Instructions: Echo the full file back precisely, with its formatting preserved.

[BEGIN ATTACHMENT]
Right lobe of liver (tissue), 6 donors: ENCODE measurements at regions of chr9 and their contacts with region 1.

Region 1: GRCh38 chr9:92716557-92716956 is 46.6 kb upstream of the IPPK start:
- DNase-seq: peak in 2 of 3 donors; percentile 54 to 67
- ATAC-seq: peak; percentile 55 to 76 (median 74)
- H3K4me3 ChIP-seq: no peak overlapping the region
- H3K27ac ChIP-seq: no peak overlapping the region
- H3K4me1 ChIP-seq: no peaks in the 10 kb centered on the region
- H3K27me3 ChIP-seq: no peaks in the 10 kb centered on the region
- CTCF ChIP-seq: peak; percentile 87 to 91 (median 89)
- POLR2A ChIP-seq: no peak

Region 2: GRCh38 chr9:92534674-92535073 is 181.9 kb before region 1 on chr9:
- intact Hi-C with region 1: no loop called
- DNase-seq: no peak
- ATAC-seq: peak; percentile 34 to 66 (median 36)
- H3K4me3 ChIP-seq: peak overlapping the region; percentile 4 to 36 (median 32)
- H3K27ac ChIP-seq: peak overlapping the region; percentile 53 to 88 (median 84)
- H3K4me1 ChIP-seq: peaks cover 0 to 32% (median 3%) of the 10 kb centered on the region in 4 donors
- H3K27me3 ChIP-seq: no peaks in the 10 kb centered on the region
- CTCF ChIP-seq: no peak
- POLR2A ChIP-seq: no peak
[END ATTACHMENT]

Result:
Right lobe of liver (tissue), 6 donors: ENCODE measurements at regions of chr9 and their contacts with region 1.

Region 1: GRCh38 chr9:92716557-92716956 is 46.6 kb upstream of the IPPK start:
- DNase-seq: peak in 2 of 3 donors; percentile 54 to 67
- ATAC-seq: peak; percentile 55 to 76 (median 74)
- H3K4me3 ChIP-seq: no peak overlapping the region
- H3K27ac ChIP-seq: no peak overlapping the region
- H3K4me1 ChIP-seq: no peaks in the 10 kb centered on the region
- H3K27me3 ChIP-seq: no peaks in the 10 kb centered on the region
- CTCF ChIP-seq: peak; percentile 87 to 91 (median 89)
- POLR2A ChIP-seq: no peak

Region 2: GRCh38 chr9:92534674-92535073 is 181.9 kb before region 1 on chr9:
- intact Hi-C with region 1: no loop called
- DNase-seq: no peak
- ATAC-seq: peak; percentile 34 to 66 (median 36)
- H3K4me3 ChIP-seq: peak overlapping the region; percentile 4 to 36 (median 32)
- H3K27ac ChIP-seq: peak overlapping the region; percentile 53 to 88 (median 84)
- H3K4me1 ChIP-seq: peaks cover 0 to 32% (median 3%) of the 10 kb centered on the region in 4 donors
- H3K27me3 ChIP-seq: no peaks in the 10 kb centered on the region
- CTCF ChIP-seq: no peak
- POLR2A ChIP-seq: no peak